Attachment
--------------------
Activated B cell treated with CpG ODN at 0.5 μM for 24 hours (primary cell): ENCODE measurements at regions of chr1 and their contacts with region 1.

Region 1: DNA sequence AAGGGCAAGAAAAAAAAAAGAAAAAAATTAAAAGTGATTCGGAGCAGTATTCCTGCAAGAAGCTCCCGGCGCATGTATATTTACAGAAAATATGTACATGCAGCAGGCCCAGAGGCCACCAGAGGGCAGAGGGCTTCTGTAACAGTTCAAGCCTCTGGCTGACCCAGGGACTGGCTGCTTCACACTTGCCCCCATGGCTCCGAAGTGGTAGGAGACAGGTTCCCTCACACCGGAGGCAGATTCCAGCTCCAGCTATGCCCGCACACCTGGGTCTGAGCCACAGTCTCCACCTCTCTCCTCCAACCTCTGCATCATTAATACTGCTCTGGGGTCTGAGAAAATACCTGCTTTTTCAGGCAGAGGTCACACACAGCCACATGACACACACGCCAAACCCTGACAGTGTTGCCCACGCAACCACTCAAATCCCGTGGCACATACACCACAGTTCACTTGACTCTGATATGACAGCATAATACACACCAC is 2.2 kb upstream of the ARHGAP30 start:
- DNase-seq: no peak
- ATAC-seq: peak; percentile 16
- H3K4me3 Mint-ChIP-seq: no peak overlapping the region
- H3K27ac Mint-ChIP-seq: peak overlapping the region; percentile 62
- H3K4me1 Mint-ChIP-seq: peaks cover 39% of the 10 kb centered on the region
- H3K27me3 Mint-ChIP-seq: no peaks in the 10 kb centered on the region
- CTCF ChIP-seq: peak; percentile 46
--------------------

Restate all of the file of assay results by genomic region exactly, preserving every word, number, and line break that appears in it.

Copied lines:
Activated B cell treated with CpG ODN at 0.5 μM for 24 hours (primary cell): ENCODE measurements at regions of chr1 and their contacts with region 1.

Region 1: DNA sequence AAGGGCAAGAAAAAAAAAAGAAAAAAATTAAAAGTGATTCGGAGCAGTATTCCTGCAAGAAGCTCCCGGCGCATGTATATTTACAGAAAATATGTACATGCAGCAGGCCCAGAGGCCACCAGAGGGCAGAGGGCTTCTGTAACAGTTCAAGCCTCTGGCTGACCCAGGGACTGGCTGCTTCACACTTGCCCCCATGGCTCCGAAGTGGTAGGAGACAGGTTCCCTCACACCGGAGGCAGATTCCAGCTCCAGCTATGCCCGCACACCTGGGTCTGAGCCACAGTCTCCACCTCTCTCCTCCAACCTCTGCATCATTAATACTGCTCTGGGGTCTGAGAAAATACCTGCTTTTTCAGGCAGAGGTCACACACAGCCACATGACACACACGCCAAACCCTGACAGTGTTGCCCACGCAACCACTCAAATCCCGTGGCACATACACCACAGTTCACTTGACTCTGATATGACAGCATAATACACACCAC is 2.2 kb upstream of the ARHGAP30 start:
- DNase-seq: no peak
- ATAC-seq: peak; percentile 16
- H3K4me3 Mint-ChIP-seq: no peak overlapping the region
- H3K27ac Mint-ChIP-seq: peak overlapping the region; percentile 62
- H3K4me1 Mint-ChIP-seq: peaks cover 39% of the 10 kb centered on the region
- H3K27me3 Mint-ChIP-seq: no peaks in the 10 kb centered on the region
- CTCF ChIP-seq: peak; percentile 46